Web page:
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Creating a Deprivation Index for GA


Enhance Google Analytics' default geographic data with custom information, such as wealth, deprivation or home ownership. This feature will significantly improve your ability to tailor the geographic segments that you compare and analyse.

Geographic Data Imports – Creating a Deprivation Index

For some time now Google Analytics has had a feature available allowing us to upload custom data to enhance the data collected by Google. The most common use case we have for this feature has, to date, been the cost data import, for paid channels other than AdWords.

Google have since extended this feature to include geographic data. This means we can now build our own regions, using, for example, Local Authorities or UK counties. It also enables us to group regions by common features, for example, demographics or wealth.

Today, I am going to focus on a particular use case in which we’ve used UK Government data on deprivation, to build an index incorporating the top 100 or so UK cities in Google Analytics (GA).

There are two main parts to getting this all working and I’ll run through both of them below.

The Data

The first is sourcing the data and using a common key to link with the GA data. The dimensions currently available to link on are:

1. cga:cityId

2. ga:countryIsoCode

3. ga:regionId

4. ga:subContinentCode

You can find a full list of these IDs (known as criteria IDs in AdWords) here. It is worth noting here that you can only match ga:cityId to cities or municipalities in the UK, so make sure you remove any of the other target types before trying to match your data sets.

Example dataset - AdWords geographic targeting.

For the deprivation data, we used the English Indices of Deprivation 2010, published hereby the Department for Communities and Local Government. has literally thousands of freely available data sets, so it’s really worth taking a look at what else may be of use to your clients or business.

We used standard index matching to link the data sets, however, because the data sets use different names and/or boundaries for local areas, there’s some unavoidable, manual data cleansing and checking required (we have provided our data set for download, below).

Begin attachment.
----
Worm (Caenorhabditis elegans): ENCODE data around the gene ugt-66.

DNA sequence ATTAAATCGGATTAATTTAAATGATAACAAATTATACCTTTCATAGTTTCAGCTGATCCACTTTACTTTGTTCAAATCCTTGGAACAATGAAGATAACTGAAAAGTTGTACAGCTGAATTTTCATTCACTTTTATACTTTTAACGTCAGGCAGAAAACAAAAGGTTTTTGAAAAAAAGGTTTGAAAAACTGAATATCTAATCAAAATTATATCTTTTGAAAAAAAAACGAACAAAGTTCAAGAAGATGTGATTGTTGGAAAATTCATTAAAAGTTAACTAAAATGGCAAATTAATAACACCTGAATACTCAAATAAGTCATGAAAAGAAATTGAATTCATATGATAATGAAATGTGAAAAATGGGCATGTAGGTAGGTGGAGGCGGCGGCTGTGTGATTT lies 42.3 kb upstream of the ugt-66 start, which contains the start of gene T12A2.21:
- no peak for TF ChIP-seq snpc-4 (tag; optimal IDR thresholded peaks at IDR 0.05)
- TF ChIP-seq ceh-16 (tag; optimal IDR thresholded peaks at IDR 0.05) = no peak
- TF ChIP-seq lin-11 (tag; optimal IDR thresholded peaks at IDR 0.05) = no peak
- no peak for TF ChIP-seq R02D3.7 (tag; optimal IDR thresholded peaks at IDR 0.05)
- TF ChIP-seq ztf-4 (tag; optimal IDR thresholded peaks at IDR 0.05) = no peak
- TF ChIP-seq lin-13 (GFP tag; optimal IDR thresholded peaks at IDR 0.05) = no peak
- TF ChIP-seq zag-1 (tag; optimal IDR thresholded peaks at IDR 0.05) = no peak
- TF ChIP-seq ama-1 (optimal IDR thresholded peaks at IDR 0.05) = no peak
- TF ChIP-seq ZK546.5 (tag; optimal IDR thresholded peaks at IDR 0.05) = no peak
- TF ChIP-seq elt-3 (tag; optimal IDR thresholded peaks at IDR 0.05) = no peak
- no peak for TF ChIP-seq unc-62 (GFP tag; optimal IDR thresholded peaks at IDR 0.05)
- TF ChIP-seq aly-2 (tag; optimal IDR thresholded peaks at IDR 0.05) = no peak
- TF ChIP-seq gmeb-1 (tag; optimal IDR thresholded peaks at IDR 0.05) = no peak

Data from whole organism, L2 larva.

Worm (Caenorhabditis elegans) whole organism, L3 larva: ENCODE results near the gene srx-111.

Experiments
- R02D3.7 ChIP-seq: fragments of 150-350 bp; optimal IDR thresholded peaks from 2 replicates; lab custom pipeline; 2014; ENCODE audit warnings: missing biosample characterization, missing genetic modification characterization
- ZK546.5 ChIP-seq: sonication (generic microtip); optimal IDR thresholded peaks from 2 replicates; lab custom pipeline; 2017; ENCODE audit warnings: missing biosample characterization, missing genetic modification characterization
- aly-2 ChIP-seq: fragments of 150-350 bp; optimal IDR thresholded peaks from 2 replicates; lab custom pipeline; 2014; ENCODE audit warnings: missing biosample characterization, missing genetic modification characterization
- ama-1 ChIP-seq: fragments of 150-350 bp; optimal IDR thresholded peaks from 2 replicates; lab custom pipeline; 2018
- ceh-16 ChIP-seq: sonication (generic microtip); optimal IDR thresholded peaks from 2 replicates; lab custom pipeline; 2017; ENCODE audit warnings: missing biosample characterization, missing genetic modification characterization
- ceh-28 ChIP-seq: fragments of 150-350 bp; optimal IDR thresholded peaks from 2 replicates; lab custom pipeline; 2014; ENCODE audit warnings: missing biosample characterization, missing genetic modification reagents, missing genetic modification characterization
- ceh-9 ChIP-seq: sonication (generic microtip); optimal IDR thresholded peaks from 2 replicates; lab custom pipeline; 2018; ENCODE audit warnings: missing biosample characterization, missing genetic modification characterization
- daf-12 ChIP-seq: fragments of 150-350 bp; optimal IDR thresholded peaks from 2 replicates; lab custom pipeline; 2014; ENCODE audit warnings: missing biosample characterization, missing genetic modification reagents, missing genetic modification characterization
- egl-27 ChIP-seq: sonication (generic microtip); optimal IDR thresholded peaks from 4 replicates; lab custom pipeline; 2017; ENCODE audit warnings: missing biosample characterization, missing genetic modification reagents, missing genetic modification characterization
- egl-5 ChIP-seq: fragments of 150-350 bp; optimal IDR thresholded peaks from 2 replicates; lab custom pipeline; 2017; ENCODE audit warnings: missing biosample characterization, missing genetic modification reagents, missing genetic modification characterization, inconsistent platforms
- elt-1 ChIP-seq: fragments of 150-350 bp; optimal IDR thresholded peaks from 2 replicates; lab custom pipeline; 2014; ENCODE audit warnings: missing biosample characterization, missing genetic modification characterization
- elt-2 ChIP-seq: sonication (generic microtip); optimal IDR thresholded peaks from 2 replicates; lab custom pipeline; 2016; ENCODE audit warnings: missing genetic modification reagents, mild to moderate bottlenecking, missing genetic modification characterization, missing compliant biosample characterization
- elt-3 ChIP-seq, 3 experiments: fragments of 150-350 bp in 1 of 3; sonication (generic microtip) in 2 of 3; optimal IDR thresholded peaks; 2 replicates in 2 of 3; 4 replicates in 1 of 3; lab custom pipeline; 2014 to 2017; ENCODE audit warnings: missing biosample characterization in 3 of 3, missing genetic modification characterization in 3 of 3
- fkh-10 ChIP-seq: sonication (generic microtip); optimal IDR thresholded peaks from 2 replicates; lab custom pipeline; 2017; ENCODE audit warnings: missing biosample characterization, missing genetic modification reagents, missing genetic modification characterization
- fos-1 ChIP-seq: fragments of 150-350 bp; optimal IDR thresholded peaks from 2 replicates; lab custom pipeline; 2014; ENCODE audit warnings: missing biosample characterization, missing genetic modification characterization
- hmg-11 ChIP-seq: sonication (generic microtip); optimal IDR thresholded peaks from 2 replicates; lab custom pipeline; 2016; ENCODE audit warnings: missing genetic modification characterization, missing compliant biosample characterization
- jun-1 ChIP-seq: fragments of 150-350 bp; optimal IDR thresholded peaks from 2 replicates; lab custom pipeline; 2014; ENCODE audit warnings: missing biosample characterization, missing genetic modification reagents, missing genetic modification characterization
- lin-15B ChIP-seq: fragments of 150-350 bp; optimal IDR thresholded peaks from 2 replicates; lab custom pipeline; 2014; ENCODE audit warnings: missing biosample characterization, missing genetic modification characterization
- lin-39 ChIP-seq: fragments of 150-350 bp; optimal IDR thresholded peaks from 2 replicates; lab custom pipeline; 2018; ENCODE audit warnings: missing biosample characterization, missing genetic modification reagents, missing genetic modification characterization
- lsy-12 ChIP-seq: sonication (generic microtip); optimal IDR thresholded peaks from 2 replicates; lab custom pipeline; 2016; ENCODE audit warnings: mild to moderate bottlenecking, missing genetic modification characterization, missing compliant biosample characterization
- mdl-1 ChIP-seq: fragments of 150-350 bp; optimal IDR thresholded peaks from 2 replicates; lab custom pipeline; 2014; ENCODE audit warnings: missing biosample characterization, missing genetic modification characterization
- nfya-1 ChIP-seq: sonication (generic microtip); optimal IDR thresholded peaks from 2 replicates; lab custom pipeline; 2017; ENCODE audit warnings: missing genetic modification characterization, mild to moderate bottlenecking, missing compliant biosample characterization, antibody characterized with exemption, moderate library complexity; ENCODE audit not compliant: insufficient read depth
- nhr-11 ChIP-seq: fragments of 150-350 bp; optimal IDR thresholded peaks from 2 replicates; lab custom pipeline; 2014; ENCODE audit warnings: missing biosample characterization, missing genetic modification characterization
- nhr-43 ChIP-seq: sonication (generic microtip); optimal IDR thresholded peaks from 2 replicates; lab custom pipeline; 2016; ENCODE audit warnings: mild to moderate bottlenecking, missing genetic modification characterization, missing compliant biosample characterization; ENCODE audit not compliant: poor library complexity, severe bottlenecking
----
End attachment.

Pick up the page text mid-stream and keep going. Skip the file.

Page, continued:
So, now we have a list of criteria IDs for UK towns and cities linked to a list of local authorities with deprivation data. The next step is to rank them, place them into deciles and label them:

Example dataset - geographic data with deprivation index.

The Configuration

Once this is complete, we are ready to set up the data import in GA. I’ve outlined the steps, below:

Create a custom dimension named "Deprivation"

1. Go to the admin section of GA.

2. Click "Custom Definitions" and then "Custom Dimensions" (highlighted below).

3. Go to the admin section of GA.

Custom dimension creation in Google Analytics.

4. Click "New Custom Dimension".

5. Name your custom dimension and change the scope to session, because all geographic data is session level.

6. Save the dimension and return to the admin screen.

Creating a custom dimension in Universal Analytics

Create a new data set

1. Click on "Data Import".

2. Select "New Data Set".

3. Select "Geography Data".

Geographic data import.

4. Name the data set and select the view(s) you wish to apply the new deprivation dimension to.

5. If you're using our data set, then at the next step, select "City ID" as the Key. This is the GA dimension against which we are linking our custom data to.

6. Select "Deprivation" as the Imported Data.

7. Finally, click "Get Schema" and then "Done". This will save the configuration and export a template file, into which you can paste the values from the corresponding columns from our data set.

Import the data

1. Return to the "Data Import" tab but this time select "Manage uploads".

Google Analytics geographic data import

2. Click on "Upload file" and choose your file.

Google Analytics geographic data import

3. Click on "Upload file", choose your file and click upload.

The csv file should then be processed within 24 hours (in reality this is almost always complete in under an hour).

Reporting on the Data

The final step is actually making use of the data. To do this, you can either create a custom report, with the deprivation index as a primary dimension alongside whichever metrics are of interest to you. Alternatively, you can add the deprivation index as a secondary dimension in most reports.

As previously mentioned, there are many thousands of open data sets, so you can follow this template for your own use cases. You can in fact widen against any of the following:

Content Data, such as article author or category.

Product Data, such as brand or category.

Custom Data for your specific use case.

You can download our data set here.

To read this blog by Arran Gosal on the Periscopix website, please click here.

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